Welfare reform allowed states to choose how they provide assistance to the poor — or hardly provide it at all. In the rapidly changing Southwest, that has sometimes led to bizarre or impossible requirements for getting help.

It is one of the enduring myths of the U.S. child support system: that payments made by fathers actually make it to their families. And yet, every year, hundreds of millions of dollars in child support is instead intercepted by federal and state governments — as reimbursement for the mother having received welfare at some point.

But that may be changing. Since a 2021 ProPublica investigation found that child support payments totaling $1.7 billion annually were taken from families and redirected into state coffers, at least six states have rewritten their laws and policies to allow the money to flow directly to kids.

New Mexico, where we focused our reporting, made such a change shortly after our story was published. From Wyoming to Illinois, Michigan to Vermont to California, more child support is now going to children. And several other states are considering similar reforms during their upcoming legislative sessions.

This July, Illinois will start “passing through” all child support paid by fathers to their families, instead of pocketing it as repayment for welfare. “The intent of this change is for more families to receive more support,” said Jamie Munks, spokesperson for the Illinois Department of Healthcare and Family Services. A state’s child support system should not be funded by withholding child support from the lowest-income families being served, she said.

“Not passing through money to a family who is already experiencing financial difficulties will likely exacerbate those difficulties and may make them more reliant on government assistance,” Munks added.

Nicole Darracq, assistant director at the California Department of Child Support Services, said that under a new state law her agency has roughly doubled the amount of child support that it is passing through to families currently receiving welfare. There was roughly a $44 million net increase in payments to families from 2019 to 2022, she said.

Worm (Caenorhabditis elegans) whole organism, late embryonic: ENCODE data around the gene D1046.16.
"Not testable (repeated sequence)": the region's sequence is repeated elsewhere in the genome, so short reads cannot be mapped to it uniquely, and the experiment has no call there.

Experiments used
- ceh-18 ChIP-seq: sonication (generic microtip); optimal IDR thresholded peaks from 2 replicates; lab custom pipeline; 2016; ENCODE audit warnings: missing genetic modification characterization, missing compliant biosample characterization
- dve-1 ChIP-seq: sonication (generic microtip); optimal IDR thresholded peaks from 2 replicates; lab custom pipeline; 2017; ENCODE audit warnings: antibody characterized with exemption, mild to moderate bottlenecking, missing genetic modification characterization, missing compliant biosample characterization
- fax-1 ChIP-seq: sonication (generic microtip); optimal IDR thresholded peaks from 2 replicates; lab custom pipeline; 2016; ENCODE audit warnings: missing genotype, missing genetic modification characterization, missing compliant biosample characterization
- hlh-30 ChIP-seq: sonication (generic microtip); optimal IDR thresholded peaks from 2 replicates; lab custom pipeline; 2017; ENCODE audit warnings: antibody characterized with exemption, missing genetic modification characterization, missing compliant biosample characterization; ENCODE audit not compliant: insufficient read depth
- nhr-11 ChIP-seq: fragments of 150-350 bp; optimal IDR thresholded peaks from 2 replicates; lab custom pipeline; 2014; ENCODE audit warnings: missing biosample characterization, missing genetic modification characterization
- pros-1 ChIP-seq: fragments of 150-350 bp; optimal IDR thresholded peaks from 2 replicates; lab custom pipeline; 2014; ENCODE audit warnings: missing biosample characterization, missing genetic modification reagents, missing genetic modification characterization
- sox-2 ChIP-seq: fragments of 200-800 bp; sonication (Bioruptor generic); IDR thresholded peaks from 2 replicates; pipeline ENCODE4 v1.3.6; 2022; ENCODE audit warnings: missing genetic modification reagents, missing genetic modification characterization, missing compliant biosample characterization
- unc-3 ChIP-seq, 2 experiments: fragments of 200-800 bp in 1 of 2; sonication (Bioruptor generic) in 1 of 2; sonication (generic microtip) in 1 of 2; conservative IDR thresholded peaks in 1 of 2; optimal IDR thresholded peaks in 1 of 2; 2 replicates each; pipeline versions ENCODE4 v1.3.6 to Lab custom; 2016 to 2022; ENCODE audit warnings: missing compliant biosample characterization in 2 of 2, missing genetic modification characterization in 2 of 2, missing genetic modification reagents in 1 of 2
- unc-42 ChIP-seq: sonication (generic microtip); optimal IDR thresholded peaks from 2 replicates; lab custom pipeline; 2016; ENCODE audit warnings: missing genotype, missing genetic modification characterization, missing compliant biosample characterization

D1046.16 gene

Darracq added that starting this week, another piece of new state legislation will allow child support that fathers pay to mothers who’ve previously received welfare to go to those moms and their kids, instead of being intercepted. This change will send an additional $160 million to families each year, she said.

According to the National Conference of State Legislatures’ most recent analysis of state laws, at least 26 states and Washington, D.C., pass through some or all child support payments made by fathers to their families that have received welfare, also known as Temporary Assistance for Needy Families. In the other states, the government takes the cash.

The practice of confiscating child support from poor families persists in part because some conservative policymakers believe that welfare provided to single mothers should be considered a loan from taxpayers, to later be repaid by the patriarch of the family.

“Legislators suggest to me that if a family gets both [welfare] and child support, they’re ‘double-dipping,’” Jim Fleming, past president of both the National Council of Child Support Directors and the National Child Support Enforcement Association, told ProPublica in 2021. “That argument is still out there,” he said, although it is “becoming more and more of a minority view.”

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